Sunday, March 25, 2012

concert review: San Jose Chamber Orchestra

This concert was full of unpredictabilities and surprises. For one thing, I didn't decide until literally half an hour before it started that I was definitely going to go. Fortunately, le petit Trianon is only 15 minutes from here when the traffic permits.

For a second, Eric Kujawsky of the Redwood Symphony, who was going to guest conduct, was ill, and SJCO music director Barbara Day Turner led the program instead.

For a third, I did not know until I arrived and saw the program book which Beethoven string quartet they were going to play in a string orchestra adaptation, as the orchestra's web site listed two different quartets for this role in different places. It turned out to be the Razumovsky Third. The scoring was the responsibility of Kujawsky, whose contribution basically consisted of designating on which forte passages the bass would double the celli, assigning a few virtuoso moments to soloists, and - judging from the quality of the performance - writing the tempo/characterization instruction "sluggish" on various parts of the score.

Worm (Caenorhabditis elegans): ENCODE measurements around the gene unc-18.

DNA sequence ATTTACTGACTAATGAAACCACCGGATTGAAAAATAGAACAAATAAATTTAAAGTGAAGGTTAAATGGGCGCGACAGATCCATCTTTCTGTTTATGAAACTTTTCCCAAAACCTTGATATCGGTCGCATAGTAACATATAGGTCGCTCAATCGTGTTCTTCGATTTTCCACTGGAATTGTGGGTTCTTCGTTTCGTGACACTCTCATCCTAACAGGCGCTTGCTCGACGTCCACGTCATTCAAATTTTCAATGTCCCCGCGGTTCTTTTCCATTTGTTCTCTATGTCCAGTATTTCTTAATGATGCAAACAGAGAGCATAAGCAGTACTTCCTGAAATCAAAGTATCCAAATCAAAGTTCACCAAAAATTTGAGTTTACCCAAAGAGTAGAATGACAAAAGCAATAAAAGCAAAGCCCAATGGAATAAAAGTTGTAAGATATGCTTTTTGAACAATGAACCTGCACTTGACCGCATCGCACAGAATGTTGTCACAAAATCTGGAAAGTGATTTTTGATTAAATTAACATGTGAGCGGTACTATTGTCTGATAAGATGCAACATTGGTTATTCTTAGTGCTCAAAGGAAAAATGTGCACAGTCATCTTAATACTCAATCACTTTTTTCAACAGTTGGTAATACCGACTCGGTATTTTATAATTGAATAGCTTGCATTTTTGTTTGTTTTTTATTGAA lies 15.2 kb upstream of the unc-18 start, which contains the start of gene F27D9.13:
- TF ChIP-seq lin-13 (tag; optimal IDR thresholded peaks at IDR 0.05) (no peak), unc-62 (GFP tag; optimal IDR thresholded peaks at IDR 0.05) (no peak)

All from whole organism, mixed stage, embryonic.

As a performance of the quartet it was distinctly unremarkable, but it was nevertheless interesting to hear this piece blown up to the size of a (small: 16 players altogether) string orchestra.

Also on the program: Strut by Michael Daugherty, his attempt at an evocation of the Harlem Renaissance. Its only resemblance to the music of that time came in the presence of a lot of what the Nazis called "pattering on the sordine" when they banned it. (Link courtesy of Arthur Hlavaty here.) This being Daugherty, there's lots of mechanistic flair, including plenty of short glissandi disguised as bent notes.

And Copland's Clarinet Concerto, the one written for Benny Goodman, played here by Michael Corner. Corner is about as good a clarinetist as you'll find down in these parts, but though his phrasing was fine, for whatever reason his tone was harsh and glaring in the opening slow section. Maybe it was the acoustics, because towards the end of that section he adjusted his mouthpiece on the fly and afterwards sounded much better. During the concluding fast section he mouthed along with the orchestra whenever he was not playing, as if willing them to swing as smoothly as he did. It was an uphill struggle.

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